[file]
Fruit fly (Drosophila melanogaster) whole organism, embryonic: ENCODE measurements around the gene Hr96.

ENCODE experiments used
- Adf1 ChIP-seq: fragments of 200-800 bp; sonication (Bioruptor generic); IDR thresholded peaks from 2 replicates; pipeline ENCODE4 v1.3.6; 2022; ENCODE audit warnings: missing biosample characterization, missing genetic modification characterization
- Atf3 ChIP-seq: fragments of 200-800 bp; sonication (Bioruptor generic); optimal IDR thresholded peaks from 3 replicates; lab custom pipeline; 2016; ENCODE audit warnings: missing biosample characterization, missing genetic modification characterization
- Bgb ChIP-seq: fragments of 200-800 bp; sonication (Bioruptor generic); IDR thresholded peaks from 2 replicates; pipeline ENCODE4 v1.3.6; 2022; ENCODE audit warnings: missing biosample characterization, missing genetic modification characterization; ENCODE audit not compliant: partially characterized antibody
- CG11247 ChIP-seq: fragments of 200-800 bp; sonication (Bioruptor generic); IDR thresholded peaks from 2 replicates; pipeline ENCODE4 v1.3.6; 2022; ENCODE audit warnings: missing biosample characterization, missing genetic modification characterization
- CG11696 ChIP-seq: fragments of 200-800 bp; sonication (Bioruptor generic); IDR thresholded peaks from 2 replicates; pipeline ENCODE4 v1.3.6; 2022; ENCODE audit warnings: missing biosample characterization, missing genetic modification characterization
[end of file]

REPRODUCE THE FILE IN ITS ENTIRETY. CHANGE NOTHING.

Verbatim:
Fruit fly (Drosophila melanogaster) whole organism, embryonic: ENCODE measurements around the gene Hr96.

ENCODE experiments used
- Adf1 ChIP-seq: fragments of 200-800 bp; sonication (Bioruptor generic); IDR thresholded peaks from 2 replicates; pipeline ENCODE4 v1.3.6; 2022; ENCODE audit warnings: missing biosample characterization, missing genetic modification characterization
- Atf3 ChIP-seq: fragments of 200-800 bp; sonication (Bioruptor generic); optimal IDR thresholded peaks from 3 replicates; lab custom pipeline; 2016; ENCODE audit warnings: missing biosample characterization, missing genetic modification characterization
- Bgb ChIP-seq: fragments of 200-800 bp; sonication (Bioruptor generic); IDR thresholded peaks from 2 replicates; pipeline ENCODE4 v1.3.6; 2022; ENCODE audit warnings: missing biosample characterization, missing genetic modification characterization; ENCODE audit not compliant: partially characterized antibody
- CG11247 ChIP-seq: fragments of 200-800 bp; sonication (Bioruptor generic); IDR thresholded peaks from 2 replicates; pipeline ENCODE4 v1.3.6; 2022; ENCODE audit warnings: missing biosample characterization, missing genetic modification characterization
- CG11696 ChIP-seq: fragments of 200-800 bp; sonication (Bioruptor generic); IDR thresholded peaks from 2 replicates; pipeline ENCODE4 v1.3.6; 2022; ENCODE audit warnings: missing biosample characterization, missing genetic modification characterization